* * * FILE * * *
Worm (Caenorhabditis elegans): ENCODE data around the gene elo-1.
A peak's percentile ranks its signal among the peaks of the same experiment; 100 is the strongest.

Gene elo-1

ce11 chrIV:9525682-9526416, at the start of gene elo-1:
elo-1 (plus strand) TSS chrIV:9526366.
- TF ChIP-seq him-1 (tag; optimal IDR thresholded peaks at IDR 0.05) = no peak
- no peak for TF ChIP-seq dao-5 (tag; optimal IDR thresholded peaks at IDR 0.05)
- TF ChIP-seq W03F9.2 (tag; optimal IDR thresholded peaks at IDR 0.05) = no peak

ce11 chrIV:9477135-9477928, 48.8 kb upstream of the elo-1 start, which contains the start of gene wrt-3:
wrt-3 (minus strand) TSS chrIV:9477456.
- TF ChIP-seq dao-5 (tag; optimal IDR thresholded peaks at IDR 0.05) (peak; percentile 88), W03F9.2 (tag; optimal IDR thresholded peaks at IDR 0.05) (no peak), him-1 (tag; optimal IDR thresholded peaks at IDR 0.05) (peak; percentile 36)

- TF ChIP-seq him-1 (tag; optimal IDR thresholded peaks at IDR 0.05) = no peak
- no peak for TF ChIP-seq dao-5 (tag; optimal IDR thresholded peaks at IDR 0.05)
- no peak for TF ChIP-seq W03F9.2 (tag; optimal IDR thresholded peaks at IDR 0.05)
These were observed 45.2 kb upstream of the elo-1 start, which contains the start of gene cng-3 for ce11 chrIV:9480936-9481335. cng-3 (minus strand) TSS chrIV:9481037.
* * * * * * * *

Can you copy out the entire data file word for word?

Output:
Worm (Caenorhabditis elegans): ENCODE data around the gene elo-1.
A peak's percentile ranks its signal among the peaks of the same experiment; 100 is the strongest.

Gene elo-1

ce11 chrIV:9525682-9526416, at the start of gene elo-1:
elo-1 (plus strand) TSS chrIV:9526366.
- TF ChIP-seq him-1 (tag; optimal IDR thresholded peaks at IDR 0.05) = no peak
- no peak for TF ChIP-seq dao-5 (tag; optimal IDR thresholded peaks at IDR 0.05)
- TF ChIP-seq W03F9.2 (tag; optimal IDR thresholded peaks at IDR 0.05) = no peak

ce11 chrIV:9477135-9477928, 48.8 kb upstream of the elo-1 start, which contains the start of gene wrt-3:
wrt-3 (minus strand) TSS chrIV:9477456.
- TF ChIP-seq dao-5 (tag; optimal IDR thresholded peaks at IDR 0.05) (peak; percentile 88), W03F9.2 (tag; optimal IDR thresholded peaks at IDR 0.05) (no peak), him-1 (tag; optimal IDR thresholded peaks at IDR 0.05) (peak; percentile 36)

- TF ChIP-seq him-1 (tag; optimal IDR thresholded peaks at IDR 0.05) = no peak
- no peak for TF ChIP-seq dao-5 (tag; optimal IDR thresholded peaks at IDR 0.05)
- no peak for TF ChIP-seq W03F9.2 (tag; optimal IDR thresholded peaks at IDR 0.05)
These were observed 45.2 kb upstream of the elo-1 start, which contains the start of gene cng-3 for ce11 chrIV:9480936-9481335. cng-3 (minus strand) TSS chrIV:9481037.